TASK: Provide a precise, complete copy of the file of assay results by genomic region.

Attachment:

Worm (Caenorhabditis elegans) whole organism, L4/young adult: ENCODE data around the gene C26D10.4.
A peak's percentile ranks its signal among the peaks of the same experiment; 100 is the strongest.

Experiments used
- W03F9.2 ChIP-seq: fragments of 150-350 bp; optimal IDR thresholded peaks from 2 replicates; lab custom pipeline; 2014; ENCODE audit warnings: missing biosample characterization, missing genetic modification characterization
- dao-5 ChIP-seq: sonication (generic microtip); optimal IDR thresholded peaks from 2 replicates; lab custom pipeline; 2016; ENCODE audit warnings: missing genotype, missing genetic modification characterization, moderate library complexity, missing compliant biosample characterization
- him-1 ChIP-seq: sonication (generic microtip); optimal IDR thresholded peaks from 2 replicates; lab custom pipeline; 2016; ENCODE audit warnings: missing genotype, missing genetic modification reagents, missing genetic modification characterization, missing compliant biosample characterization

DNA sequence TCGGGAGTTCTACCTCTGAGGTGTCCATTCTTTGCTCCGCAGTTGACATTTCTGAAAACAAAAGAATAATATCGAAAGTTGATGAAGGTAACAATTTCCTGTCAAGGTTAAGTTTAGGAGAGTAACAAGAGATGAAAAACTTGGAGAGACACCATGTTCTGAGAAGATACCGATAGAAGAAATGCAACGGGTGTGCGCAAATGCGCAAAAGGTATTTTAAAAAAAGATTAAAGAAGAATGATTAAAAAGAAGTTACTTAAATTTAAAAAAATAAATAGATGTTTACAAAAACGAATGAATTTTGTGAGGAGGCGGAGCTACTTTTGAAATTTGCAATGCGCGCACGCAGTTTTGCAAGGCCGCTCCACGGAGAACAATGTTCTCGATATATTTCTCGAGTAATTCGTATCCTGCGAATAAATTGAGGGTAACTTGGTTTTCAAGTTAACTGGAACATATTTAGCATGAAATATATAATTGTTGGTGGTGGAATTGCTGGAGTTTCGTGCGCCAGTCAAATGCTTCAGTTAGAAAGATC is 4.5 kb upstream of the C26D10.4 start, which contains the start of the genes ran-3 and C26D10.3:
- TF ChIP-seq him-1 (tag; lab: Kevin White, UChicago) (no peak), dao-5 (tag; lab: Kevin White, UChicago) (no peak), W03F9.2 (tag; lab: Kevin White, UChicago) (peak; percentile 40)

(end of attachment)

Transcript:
Worm (Caenorhabditis elegans) whole organism, L4/young adult: ENCODE data around the gene C26D10.4.
A peak's percentile ranks its signal among the peaks of the same experiment; 100 is the strongest.

Experiments used
- W03F9.2 ChIP-seq: fragments of 150-350 bp; optimal IDR thresholded peaks from 2 replicates; lab custom pipeline; 2014; ENCODE audit warnings: missing biosample characterization, missing genetic modification characterization
- dao-5 ChIP-seq: sonication (generic microtip); optimal IDR thresholded peaks from 2 replicates; lab custom pipeline; 2016; ENCODE audit warnings: missing genotype, missing genetic modification characterization, moderate library complexity, missing compliant biosample characterization
- him-1 ChIP-seq: sonication (generic microtip); optimal IDR thresholded peaks from 2 replicates; lab custom pipeline; 2016; ENCODE audit warnings: missing genotype, missing genetic modification reagents, missing genetic modification characterization, missing compliant biosample characterization

DNA sequence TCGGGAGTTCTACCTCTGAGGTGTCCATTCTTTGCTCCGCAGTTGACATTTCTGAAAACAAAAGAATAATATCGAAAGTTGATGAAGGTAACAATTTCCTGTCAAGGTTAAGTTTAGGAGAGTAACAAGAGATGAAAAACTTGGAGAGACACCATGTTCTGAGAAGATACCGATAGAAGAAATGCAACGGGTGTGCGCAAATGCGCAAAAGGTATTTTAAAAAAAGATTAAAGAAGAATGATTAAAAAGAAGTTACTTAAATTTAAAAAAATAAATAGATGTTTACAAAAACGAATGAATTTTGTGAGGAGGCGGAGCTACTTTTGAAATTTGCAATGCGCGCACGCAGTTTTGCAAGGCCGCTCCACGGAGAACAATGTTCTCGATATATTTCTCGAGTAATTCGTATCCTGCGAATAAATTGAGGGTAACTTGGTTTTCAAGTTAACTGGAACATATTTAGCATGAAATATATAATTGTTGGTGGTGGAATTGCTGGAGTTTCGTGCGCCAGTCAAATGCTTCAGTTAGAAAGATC is 4.5 kb upstream of the C26D10.4 start, which contains the start of the genes ran-3 and C26D10.3:
- TF ChIP-seq him-1 (tag; lab: Kevin White, UChicago) (no peak), dao-5 (tag; lab: Kevin White, UChicago) (no peak), W03F9.2 (tag; lab: Kevin White, UChicago) (peak; percentile 40)